Jessica Pavone “When No One Around You is There but Nowhere to be Found”

Jessica Pavone’s ensemble works have been listening staples in the past few years, but her solo viola recordings have a visceral edge that’s saturated with an ebullient joy. Her work is always engaging in the way she charts tonal passages and plays with tempo, yet when it’s just her and the viola, the gravity is different. Whether she’s practicing extended drone techniques or spirited, bouncy plucks behind looping spoken word, When No One Around You is There but Nowhere to be Found is an absorbing listen.

Album opener “Performance Novels” leans on the building urgency of repeating patterns. Sharp resonance slices through the fading sheen glossing each stretched note as Pavone slowly rocks back and forth on her bow. Elongated tones repeat but shift. The length each note is held gets shorter as she begins to move up and down changing sequences, persistence being tested as she lets off the gas again. The arrangement follows similar paths throughout its 8-minute lifespan, elevating Pavone’s raw playing into a mesmerizing spectacle.

Where When No One Around You… really surprises, though, is how each of these four pieces occupies a singular space. Pavone’s sculptural playing style is the only constant, but she uses it in so many different ways. The title track opens with echoing, gently-muted pensive loops propelled with a progressive cadence before Pavone’s lilting tones pierce the shrouded veil and point straight ahead. Moments of virtuosic scaling create a sense of impermanence before the piece dissolves into a fuzz-laden drone.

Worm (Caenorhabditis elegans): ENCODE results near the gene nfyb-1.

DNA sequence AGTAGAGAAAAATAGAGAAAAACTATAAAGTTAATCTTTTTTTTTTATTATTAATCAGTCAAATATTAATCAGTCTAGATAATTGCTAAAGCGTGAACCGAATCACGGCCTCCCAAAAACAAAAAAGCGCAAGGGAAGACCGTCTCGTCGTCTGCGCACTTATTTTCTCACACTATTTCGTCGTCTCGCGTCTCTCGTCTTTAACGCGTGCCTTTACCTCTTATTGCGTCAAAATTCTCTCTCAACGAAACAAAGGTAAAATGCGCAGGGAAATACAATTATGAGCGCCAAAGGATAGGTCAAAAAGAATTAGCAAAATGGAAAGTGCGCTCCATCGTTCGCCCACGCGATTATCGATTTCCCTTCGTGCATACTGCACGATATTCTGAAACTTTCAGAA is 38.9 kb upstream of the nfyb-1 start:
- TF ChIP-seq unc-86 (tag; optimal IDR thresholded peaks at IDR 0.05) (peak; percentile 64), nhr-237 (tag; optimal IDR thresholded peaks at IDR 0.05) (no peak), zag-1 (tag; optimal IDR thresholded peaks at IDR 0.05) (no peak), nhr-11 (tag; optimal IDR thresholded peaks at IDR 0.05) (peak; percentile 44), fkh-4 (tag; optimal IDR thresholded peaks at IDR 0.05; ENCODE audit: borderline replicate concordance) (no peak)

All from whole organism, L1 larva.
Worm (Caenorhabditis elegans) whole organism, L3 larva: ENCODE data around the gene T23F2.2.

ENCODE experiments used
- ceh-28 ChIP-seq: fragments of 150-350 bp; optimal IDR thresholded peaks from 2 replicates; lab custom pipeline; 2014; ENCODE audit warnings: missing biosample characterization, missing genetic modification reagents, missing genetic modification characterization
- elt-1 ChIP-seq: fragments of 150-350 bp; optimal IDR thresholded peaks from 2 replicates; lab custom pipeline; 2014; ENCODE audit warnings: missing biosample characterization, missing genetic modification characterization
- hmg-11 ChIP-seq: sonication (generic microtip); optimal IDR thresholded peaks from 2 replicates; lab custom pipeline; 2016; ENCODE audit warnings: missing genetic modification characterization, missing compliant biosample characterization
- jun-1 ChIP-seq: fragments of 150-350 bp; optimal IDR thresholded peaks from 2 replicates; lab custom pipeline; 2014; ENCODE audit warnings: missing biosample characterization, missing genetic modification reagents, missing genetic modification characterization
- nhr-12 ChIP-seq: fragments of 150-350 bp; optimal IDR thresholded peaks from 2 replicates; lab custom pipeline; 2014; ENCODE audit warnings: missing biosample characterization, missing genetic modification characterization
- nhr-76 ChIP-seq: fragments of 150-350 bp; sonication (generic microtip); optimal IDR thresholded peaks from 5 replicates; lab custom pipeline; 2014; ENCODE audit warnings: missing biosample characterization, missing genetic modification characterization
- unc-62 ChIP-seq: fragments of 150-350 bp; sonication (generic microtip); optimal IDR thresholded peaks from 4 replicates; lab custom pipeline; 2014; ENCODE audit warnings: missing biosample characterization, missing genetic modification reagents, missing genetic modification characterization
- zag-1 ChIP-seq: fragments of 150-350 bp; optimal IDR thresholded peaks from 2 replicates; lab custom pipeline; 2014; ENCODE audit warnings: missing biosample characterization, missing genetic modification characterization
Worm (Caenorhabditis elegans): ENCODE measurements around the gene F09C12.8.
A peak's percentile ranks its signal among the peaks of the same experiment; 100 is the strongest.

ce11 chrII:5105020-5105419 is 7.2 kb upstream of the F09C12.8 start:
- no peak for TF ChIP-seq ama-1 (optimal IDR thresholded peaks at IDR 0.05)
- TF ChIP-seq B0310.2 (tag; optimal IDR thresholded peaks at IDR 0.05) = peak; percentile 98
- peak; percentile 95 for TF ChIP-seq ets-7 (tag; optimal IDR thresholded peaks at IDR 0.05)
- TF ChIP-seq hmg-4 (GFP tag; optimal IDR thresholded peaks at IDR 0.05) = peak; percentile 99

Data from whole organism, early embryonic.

Continuing into even more unexpected zones, Pavone’s spoken word is fed through different effects to heighten the surreal nature of “Only in Dreamz.” This is my favorite song on the album because it’s just so bizarre and wonderful. Her off-kilter vocal intonations follow the plucked viola notes in dizzying fashion. As the longest track on the album, “Only in Dreamz” starts making me feel a little bananas before it fades out, but that’s part of its appeal. It fools listeners with this playful spectacle, but there’s an intensity that is building in the background ready to let loose. Once it does, my head is spinning.

Jessica Pavone continues showing that she has a lot of tools in her bag on When No One Around You Is There but Nowhere to be Found. She closes the album leaning on that unbalanced fervor of “Only in Dreamz” by pushing her viola into harsh, dissonant places with “Aednat.” Paint melts off the walls in the high-frequency stretches while she charts a new course, playing empathetic laments until the end. She is fantastic as ever.

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